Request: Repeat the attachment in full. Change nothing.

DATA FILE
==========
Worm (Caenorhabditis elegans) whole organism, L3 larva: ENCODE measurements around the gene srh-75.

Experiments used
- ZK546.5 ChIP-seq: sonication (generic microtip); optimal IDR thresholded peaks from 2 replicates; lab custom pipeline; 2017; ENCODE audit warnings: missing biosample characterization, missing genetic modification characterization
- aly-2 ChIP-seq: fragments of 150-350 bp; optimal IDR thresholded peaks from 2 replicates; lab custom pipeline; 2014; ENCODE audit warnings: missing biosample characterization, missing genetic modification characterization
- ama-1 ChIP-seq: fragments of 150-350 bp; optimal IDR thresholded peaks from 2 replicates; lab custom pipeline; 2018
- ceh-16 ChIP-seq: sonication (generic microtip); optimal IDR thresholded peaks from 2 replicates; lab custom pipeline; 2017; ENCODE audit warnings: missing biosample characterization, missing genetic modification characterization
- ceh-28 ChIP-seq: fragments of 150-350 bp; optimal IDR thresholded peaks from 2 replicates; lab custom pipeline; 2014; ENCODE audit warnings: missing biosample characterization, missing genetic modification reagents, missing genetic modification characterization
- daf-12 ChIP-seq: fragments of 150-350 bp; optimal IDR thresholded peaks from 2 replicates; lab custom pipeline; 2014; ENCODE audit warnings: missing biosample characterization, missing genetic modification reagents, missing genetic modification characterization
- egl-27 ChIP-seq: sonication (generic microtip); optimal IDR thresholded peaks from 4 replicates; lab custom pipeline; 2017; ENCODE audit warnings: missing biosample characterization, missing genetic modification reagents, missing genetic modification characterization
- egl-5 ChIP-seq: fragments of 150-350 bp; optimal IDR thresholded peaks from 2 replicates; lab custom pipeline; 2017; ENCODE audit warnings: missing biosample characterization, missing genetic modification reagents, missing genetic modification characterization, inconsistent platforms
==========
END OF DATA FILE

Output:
Worm (Caenorhabditis elegans) whole organism, L3 larva: ENCODE measurements around the gene srh-75.

Experiments used
- ZK546.5 ChIP-seq: sonication (generic microtip); optimal IDR thresholded peaks from 2 replicates; lab custom pipeline; 2017; ENCODE audit warnings: missing biosample characterization, missing genetic modification characterization
- aly-2 ChIP-seq: fragments of 150-350 bp; optimal IDR thresholded peaks from 2 replicates; lab custom pipeline; 2014; ENCODE audit warnings: missing biosample characterization, missing genetic modification characterization
- ama-1 ChIP-seq: fragments of 150-350 bp; optimal IDR thresholded peaks from 2 replicates; lab custom pipeline; 2018
- ceh-16 ChIP-seq: sonication (generic microtip); optimal IDR thresholded peaks from 2 replicates; lab custom pipeline; 2017; ENCODE audit warnings: missing biosample characterization, missing genetic modification characterization
- ceh-28 ChIP-seq: fragments of 150-350 bp; optimal IDR thresholded peaks from 2 replicates; lab custom pipeline; 2014; ENCODE audit warnings: missing biosample characterization, missing genetic modification reagents, missing genetic modification characterization
- daf-12 ChIP-seq: fragments of 150-350 bp; optimal IDR thresholded peaks from 2 replicates; lab custom pipeline; 2014; ENCODE audit warnings: missing biosample characterization, missing genetic modification reagents, missing genetic modification characterization
- egl-27 ChIP-seq: sonication (generic microtip); optimal IDR thresholded peaks from 4 replicates; lab custom pipeline; 2017; ENCODE audit warnings: missing biosample characterization, missing genetic modification reagents, missing genetic modification characterization
- egl-5 ChIP-seq: fragments of 150-350 bp; optimal IDR thresholded peaks from 2 replicates; lab custom pipeline; 2017; ENCODE audit warnings: missing biosample characterization, missing genetic modification reagents, missing genetic modification characterization, inconsistent platforms